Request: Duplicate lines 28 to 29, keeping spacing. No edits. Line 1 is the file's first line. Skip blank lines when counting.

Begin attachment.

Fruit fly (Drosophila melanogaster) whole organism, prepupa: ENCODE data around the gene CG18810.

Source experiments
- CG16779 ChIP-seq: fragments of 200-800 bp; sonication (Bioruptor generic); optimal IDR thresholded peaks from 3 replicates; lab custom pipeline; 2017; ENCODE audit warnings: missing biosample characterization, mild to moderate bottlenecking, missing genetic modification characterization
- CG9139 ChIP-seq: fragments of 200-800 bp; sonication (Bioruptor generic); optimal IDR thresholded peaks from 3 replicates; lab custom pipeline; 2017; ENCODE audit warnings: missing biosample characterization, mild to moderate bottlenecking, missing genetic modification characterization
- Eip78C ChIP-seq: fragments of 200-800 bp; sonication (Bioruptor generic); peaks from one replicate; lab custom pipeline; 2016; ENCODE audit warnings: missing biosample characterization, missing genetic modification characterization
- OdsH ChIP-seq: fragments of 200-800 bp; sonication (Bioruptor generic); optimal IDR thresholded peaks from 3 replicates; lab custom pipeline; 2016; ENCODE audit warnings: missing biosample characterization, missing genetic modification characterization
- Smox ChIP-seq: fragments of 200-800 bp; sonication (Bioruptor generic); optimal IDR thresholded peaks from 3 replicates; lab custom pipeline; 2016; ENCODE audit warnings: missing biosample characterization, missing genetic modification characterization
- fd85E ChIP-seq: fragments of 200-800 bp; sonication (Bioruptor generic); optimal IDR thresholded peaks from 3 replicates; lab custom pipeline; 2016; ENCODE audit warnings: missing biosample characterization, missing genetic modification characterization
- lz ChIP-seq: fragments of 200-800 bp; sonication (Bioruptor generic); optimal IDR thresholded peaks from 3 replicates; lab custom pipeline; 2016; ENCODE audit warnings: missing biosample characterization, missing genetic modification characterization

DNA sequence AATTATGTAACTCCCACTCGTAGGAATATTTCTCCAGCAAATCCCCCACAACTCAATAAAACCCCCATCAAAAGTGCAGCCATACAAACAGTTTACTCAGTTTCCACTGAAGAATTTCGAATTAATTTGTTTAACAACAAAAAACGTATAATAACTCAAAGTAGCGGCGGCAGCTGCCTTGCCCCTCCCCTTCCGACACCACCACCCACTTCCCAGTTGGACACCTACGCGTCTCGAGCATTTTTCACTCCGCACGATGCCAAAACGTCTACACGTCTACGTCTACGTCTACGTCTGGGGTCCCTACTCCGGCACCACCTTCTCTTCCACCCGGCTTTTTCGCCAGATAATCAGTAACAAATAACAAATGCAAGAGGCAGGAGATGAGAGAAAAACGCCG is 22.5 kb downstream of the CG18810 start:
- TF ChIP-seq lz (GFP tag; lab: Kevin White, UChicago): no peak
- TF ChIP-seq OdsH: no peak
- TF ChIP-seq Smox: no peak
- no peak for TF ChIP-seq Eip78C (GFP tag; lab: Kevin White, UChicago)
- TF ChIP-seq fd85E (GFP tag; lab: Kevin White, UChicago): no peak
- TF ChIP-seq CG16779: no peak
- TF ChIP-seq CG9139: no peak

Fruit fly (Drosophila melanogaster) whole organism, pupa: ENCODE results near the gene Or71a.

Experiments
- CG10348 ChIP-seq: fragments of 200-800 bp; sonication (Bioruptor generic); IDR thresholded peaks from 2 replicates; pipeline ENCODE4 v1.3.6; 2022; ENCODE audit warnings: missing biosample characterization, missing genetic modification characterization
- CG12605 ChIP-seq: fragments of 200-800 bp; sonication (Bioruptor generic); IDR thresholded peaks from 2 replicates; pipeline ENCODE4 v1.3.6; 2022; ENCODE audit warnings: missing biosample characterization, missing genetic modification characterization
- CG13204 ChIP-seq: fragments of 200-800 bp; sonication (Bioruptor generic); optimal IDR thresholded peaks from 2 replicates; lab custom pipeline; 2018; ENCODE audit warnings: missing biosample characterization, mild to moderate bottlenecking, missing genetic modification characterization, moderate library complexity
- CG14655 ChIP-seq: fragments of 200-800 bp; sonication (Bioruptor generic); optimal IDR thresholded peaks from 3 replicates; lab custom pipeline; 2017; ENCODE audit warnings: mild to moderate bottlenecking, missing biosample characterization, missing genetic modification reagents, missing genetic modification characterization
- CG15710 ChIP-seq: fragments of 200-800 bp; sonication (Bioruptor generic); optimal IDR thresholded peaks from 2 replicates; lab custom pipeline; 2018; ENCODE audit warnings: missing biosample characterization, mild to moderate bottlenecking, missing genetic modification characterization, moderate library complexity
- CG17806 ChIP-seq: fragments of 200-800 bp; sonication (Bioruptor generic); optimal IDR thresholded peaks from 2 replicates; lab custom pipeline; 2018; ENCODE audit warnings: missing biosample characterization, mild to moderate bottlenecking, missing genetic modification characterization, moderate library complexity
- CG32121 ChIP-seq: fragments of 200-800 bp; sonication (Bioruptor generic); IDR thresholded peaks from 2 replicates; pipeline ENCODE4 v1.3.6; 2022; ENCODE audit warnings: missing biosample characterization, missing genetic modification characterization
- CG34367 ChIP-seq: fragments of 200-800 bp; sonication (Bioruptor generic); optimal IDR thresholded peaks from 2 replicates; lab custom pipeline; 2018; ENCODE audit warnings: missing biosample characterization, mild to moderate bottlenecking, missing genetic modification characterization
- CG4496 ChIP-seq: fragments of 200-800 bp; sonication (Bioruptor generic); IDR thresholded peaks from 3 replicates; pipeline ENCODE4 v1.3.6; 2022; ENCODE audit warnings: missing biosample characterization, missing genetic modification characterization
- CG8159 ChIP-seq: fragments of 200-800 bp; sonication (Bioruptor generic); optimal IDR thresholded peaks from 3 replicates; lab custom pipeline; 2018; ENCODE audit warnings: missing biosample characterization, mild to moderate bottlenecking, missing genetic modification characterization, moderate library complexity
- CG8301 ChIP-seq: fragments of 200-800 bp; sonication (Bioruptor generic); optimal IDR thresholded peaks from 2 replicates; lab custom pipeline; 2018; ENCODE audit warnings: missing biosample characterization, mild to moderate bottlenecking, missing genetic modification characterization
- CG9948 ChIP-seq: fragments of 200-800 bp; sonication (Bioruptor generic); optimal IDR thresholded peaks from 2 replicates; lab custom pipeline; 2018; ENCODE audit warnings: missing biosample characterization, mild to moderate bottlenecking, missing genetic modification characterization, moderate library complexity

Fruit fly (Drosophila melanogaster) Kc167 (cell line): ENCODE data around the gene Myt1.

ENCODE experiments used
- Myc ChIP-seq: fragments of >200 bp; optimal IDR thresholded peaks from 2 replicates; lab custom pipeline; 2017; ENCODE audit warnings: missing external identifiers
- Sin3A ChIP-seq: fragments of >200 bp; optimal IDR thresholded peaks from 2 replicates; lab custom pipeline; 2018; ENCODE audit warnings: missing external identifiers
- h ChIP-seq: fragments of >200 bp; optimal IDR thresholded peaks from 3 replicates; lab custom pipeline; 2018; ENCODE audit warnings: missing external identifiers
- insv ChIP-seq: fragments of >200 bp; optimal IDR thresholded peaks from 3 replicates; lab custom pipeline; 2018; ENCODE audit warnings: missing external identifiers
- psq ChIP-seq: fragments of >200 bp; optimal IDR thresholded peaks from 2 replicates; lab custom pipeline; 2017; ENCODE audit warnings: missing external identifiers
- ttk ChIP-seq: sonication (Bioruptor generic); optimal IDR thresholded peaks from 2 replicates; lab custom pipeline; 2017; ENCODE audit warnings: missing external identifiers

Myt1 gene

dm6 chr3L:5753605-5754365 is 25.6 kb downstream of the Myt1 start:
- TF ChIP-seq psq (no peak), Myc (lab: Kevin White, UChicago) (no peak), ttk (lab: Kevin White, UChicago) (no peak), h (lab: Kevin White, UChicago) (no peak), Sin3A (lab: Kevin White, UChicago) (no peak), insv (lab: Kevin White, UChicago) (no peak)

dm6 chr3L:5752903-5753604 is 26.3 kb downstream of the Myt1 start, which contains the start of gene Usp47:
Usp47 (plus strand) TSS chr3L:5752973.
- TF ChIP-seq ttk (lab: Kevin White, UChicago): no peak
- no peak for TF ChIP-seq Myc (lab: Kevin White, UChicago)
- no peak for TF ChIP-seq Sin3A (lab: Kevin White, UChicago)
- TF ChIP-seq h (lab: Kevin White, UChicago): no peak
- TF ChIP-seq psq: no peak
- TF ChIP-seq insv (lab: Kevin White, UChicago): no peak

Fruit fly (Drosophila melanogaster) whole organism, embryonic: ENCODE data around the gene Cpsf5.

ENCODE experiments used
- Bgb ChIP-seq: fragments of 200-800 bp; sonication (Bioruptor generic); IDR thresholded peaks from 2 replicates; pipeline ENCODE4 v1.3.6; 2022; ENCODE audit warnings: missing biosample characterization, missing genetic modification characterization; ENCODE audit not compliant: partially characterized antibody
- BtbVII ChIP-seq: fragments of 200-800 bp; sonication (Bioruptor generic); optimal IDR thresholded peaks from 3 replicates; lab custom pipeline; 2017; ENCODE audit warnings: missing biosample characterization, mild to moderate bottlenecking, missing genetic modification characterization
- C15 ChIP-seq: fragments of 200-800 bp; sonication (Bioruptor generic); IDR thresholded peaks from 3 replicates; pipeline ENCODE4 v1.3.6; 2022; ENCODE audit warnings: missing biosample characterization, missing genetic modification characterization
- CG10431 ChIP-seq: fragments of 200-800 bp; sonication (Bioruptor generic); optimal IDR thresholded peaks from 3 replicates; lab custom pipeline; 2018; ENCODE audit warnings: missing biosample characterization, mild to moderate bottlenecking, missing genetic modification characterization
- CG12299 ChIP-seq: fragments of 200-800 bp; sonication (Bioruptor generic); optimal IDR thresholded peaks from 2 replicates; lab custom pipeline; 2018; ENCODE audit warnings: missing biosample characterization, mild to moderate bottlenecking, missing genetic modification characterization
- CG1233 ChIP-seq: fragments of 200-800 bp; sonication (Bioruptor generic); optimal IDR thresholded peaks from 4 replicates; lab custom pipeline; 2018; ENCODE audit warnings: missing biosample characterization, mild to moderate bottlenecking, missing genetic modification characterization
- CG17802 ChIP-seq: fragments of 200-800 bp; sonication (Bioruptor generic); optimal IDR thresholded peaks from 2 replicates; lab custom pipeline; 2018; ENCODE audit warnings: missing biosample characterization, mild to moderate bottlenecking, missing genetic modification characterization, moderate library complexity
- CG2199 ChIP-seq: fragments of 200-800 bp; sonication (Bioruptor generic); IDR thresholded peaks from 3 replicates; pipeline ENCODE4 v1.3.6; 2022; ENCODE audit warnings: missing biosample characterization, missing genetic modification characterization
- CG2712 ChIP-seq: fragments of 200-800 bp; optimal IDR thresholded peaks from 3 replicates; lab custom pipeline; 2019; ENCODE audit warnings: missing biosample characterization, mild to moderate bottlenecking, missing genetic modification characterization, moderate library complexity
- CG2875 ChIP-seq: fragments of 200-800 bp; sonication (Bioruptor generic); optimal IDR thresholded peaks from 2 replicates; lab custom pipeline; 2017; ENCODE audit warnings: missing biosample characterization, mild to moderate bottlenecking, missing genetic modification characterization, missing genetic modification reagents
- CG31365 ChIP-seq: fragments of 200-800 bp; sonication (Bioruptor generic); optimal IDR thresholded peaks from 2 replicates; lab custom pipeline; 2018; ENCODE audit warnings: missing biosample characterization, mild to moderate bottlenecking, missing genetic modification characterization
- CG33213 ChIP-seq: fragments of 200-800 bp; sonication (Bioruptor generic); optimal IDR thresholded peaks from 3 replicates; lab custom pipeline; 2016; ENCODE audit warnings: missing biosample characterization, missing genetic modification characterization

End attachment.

- CG4496 ChIP-seq: fragments of 200-800 bp; sonication (Bioruptor generic); IDR thresholded peaks from 3 replicates; pipeline ENCODE4 v1.3.6; 2022; ENCODE audit warnings: missing biosample characterization, missing genetic modification characterization
- CG8159 ChIP-seq: fragments of 200-800 bp; sonication (Bioruptor generic); optimal IDR thresholded peaks from 3 replicates; lab custom pipeline; 2018; ENCODE audit warnings: missing biosample characterization, mild to moderate bottlenecking, missing genetic modification characterization, moderate library complexity